Colour usage.

I was recently doing some research into how to make my website more attractive and appealing to my visitors.
While doing so I stumbled upon several articles and studies about colour and the effects they have on our moods. For example, when we decorate our homes we choose the colours according to the mood we want to create within each room. Using perhaps light colours to create the feeling of serenity and space and darker colours to create a sense of being snug and cosy.

This got me thinking about how colour is used in the creation of art and whether or not specific colours are used during the portrayal of a subject as that is what is expected of the artist. Or, then again, perhaps they are used as that is what the artist perceives the viewer’s expectation to be because the artist subconsciously is trying to project a message to the onlooker, to inform us of their inner feelings and emotions during the creation of the piece.

Or is it just simply that certain colours represent certain things,  the sky is blue, the grass is green and so on.  We all see things the same way as everyone else, so the artist just gives us what we expect.

Throughout history, many works have been created using a plethora of colour and portray a multitude of scenarios.
However are we as the spectator if you like, missing what the piece is really about, and what the artist really wants us to see and feel.
Is there a hidden message in front of us, put there and expressed through colour to invoke our feelings and emotions, and that until we really start to examine the piece and take note of the use of colour as a pose to the subject matter itself we will never really get?
It’s a well-known fact that colours can affect and influence our moods.

For example if Giorgione had painted his sleeping Venus  using darker colours, perhaps against a thunderous sky with the trees thrashing in the wind and the hills and houses shrouded in darkness would we still see his Venus as a beautiful young woman resting peacefully on a hill and have that  feeling of calm, peace and serenity when we viewed it, or would we see his venus as a dangerous threat that is to be avoided at all cost.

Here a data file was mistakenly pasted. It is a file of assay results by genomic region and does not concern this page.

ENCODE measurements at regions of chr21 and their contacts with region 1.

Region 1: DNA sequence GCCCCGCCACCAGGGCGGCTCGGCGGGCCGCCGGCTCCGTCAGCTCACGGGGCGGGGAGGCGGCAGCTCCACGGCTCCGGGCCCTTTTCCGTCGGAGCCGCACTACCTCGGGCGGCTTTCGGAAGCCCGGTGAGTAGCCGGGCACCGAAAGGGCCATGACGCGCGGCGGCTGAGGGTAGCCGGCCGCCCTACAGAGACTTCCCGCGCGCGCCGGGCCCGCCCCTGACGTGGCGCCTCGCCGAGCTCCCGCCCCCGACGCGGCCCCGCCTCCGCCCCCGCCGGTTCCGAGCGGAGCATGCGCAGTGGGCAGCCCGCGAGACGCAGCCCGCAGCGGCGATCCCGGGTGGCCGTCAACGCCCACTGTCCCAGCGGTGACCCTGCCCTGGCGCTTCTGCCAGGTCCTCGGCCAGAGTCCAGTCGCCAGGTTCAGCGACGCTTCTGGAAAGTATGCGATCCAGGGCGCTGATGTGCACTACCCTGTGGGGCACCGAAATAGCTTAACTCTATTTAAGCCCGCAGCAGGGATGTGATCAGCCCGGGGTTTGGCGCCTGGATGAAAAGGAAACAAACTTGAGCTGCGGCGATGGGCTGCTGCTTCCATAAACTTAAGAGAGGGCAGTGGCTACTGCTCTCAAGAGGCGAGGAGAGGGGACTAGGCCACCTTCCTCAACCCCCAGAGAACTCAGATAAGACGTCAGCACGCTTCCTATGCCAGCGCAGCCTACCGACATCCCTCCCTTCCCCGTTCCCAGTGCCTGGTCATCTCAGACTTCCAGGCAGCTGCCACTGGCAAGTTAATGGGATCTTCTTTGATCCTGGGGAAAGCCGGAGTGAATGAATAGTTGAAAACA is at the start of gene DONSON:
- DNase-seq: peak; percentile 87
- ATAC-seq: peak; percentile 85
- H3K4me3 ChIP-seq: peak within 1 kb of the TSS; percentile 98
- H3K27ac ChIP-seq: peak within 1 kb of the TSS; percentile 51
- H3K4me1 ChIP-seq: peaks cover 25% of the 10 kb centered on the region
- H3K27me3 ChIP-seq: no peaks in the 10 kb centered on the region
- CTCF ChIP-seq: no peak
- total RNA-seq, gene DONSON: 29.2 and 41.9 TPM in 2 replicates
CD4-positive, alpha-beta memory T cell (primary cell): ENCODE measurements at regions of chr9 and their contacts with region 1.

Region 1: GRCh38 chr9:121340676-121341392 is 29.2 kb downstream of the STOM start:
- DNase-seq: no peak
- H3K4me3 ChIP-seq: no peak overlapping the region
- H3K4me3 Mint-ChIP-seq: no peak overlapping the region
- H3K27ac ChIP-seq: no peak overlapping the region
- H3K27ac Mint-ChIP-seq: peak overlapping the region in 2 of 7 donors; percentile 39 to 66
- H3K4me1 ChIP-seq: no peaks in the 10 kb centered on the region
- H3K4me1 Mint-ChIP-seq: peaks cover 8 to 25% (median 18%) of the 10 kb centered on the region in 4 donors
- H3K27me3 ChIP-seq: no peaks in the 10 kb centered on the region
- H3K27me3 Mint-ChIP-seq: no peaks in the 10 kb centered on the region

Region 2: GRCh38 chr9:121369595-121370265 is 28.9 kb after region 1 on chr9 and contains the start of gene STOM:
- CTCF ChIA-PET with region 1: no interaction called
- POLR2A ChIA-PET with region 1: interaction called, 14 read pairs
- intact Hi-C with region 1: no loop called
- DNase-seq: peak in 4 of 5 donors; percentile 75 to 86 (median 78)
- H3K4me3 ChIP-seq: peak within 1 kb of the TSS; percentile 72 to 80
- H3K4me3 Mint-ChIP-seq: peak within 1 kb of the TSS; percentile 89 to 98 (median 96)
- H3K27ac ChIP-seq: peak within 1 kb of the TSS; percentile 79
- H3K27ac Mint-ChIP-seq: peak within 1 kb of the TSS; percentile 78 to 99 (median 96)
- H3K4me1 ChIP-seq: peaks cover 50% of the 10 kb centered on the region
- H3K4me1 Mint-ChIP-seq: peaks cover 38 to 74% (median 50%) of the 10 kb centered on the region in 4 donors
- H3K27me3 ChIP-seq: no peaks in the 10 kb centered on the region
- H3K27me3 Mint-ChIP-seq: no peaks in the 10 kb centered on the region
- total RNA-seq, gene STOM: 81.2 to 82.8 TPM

I pondered on this for a while and then began to think that perhaps an artists choice and use of colour is, in fact, a deliberate way of influencing how we see the work and a way of influencing our mood as we viewed the piece. After all, Venus would still be the same person, an innocent looking maiden sleeping peacefully on a hill, but would we still see the piece this way?

There’s the old saying when you lose your temper that you see Red, suggesting that the colour red is an angry aggressive colour. To annoy or wind up an already slightly agitated person is considered to be waving a red flag at a bull.

So if an artist uses a lot of red and red based colours within their work could this mean that they were venting some kind of anger or frustration through their work, as red is a colour that invokes passion, energy and excitement, getting the adrenaline flowing and slightly raising the heartbeat causing us to react faster and raising our aggression levels.
White is associated with cleanliness and purity, the traditional bride was always wed in a beautiful white wedding dress. The bridal gown is a sign of innocence and her purity, an untouched fruit ripe for her groom. So if an artist’s uses white in their work could this mean that at the point of its creation they were feeling cleansed and pure of heart.

At the other end of the red spectrum is Pink.
Pink, on the other hand, is a mixture of both red and white, it is the colour associated with love and romance. It is a calming colour which causes us to mellow out and relax, draining us of our aggression and letting down our guard. Does this then mean that by using greater amounts of pink in their work the artist was perhaps feeling mellow and was so relaxed that they wished us all to know, or maybe even they were expressing their own feelings of love?

Yellow is the colour of sunshine. It stimulates and invigorates and is associated with Joy and happiness. It stimulates the mind and causes us to want to get up and get to it. It’s a colour that attracts the eye and grabs our attention. It is associated with honour and loyalty but it too has a dark side as it is also associated with cowardice and fear as in the saying “to be yellow”. Could the use of yellow mean that the artist was feeling excessively happy and joyous when they were creating the piece and wished to convey their joy to us the admirer, or perhaps they were feeling threatened and were fearful for their own well being or maybe they had committed an act of cowardice and were expressing their shame through their work.